Scientists Use Radiation And Bacteria To Wipe Out Invasive Asian Tiger Mosquitoes In China


Chinese scientists have successfully reduced mosquito numbers in tropical islands near Guangzhou City in southern China with the use of low-level radiation and bacteria.

A series of experiments using the radiation-based sterile insect technique or SIT was able to almost eliminate the field population of invasive mosquitoes Aedes albopictus or Asian tiger mosquitoes in Shazai and Dadaosha islands.

SIT is a form of insect birth control that uses radiation to sterilize male insects, which are later released to mate with wild females. These insects do not produce any offspring, resulting in the decline of insect population over time.

This technique has been used for over 60 years to suppress agricultural pests such as the Mediterranean fruit fly. It was only recently that it has been adopted for use to control the breeding of mosquitoes.

Sterile And Infertile Mosquitoes

The objective of the field trial is to suppress insects that spread Zika, dengue, West Nile virus, Chikungunya, and other diseases. The female mosquitoes were sterilized with low-level radiation while the specially bred adult male mosquitoes received infections from three different species of Wolbachia, a parasitic microorganism, to make them infertile.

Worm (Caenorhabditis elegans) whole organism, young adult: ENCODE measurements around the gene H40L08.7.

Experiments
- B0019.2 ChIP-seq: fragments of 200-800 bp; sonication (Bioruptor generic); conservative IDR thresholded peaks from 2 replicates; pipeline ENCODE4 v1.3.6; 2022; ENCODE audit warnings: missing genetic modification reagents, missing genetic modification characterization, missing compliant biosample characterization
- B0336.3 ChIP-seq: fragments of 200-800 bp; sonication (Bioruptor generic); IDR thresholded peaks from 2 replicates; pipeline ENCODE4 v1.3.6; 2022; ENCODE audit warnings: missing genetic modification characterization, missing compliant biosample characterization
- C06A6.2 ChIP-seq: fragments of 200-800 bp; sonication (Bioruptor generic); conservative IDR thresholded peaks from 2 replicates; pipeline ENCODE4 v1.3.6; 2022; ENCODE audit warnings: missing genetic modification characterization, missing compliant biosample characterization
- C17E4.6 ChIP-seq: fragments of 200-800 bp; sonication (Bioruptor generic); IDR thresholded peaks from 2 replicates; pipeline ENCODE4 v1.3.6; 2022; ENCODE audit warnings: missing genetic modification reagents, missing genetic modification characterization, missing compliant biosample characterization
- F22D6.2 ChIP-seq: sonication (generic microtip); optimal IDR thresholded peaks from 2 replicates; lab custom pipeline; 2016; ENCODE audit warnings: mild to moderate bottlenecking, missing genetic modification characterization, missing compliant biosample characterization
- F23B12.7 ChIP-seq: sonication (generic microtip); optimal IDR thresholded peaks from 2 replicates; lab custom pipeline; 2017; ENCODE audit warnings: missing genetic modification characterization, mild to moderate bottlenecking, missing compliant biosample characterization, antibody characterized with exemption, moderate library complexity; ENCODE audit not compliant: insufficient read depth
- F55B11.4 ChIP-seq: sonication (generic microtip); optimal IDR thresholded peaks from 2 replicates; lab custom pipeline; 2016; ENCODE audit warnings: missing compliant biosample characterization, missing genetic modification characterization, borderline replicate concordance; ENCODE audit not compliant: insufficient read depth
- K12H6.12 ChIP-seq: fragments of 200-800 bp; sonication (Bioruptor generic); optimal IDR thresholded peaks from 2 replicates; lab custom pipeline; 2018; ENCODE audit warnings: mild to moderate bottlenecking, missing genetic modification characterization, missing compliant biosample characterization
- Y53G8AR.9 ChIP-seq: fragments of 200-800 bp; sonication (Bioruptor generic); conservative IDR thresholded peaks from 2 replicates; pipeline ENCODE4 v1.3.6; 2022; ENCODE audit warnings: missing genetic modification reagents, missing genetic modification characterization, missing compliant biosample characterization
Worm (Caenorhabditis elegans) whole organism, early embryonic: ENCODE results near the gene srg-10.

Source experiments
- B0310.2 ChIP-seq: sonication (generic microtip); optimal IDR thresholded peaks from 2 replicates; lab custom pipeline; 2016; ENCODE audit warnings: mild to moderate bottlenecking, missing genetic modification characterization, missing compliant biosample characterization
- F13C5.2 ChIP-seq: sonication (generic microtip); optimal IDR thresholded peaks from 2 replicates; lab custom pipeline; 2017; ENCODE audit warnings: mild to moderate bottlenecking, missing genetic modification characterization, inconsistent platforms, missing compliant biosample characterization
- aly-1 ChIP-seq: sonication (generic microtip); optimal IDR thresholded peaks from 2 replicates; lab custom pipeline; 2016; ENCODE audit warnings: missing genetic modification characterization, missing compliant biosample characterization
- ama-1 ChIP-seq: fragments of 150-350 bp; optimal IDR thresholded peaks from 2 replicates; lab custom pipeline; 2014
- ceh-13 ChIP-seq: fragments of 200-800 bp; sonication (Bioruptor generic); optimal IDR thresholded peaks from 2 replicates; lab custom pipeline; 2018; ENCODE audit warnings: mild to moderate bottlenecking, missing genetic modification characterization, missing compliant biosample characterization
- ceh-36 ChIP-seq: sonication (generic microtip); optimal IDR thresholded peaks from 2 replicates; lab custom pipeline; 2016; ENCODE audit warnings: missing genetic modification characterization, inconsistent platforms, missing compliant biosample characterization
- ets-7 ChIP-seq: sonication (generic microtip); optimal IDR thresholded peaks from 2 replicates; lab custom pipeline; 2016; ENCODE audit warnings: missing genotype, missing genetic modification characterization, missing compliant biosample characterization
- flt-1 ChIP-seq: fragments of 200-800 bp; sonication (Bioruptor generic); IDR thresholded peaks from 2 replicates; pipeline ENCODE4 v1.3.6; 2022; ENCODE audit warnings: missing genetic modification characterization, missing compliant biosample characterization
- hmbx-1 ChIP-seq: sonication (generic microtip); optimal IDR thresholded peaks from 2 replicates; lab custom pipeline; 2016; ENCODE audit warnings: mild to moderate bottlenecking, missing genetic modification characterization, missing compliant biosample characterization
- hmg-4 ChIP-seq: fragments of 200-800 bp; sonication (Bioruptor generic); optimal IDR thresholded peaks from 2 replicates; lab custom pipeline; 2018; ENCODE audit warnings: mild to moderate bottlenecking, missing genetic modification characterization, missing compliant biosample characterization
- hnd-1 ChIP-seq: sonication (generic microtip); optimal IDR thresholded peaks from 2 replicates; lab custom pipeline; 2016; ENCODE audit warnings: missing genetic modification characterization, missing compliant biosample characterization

Both male and female mosquitoes were released during the peek mating season of 2016 and 2017. Over 200 million mass-reared adult mosquitoes were released, and the end result nearly eliminated the entire female mosquito population on the two islands.

"Here we show that combining incompatible and sterile insect techniques enables near elimination of field populations of the world’s most invasive mosquito species, Aedes albopictus," the authors said in their abstract of the study published in the Nature International Journal Of Science.

China's Mosquito Factory

Xi Zhiyong, one of the researchers and a professor at the Sun Yat-sen University-Michigan State University Joint Centre of Vector Control for Tropical Diseases ran a mosquito factory in southern China where he previously attempted to use sterilized male mosquitoes to mate with unaltered females. The government-supported mosquito-breeding facility can produce 10 million bred males per week.

“Our study predicts that the overall future costs of a fully operational intervention using this environmentally friendly approach will be around $108 annually,” said Xi.

He added that the technique is cost-effective as compared with other mosquito control strategies.

The positive results of the field trial in Guangzhou developed into a broad international collaboration with disease-endemic countries including Singapore and Mexico. China plans to test the technique in larger urban areas using sterile male mosquitoes.

Asian tiger mosquitoes are daytime-biting mosquitoes that can be distinguished through their prominent single white stripe on the center of their head and back.

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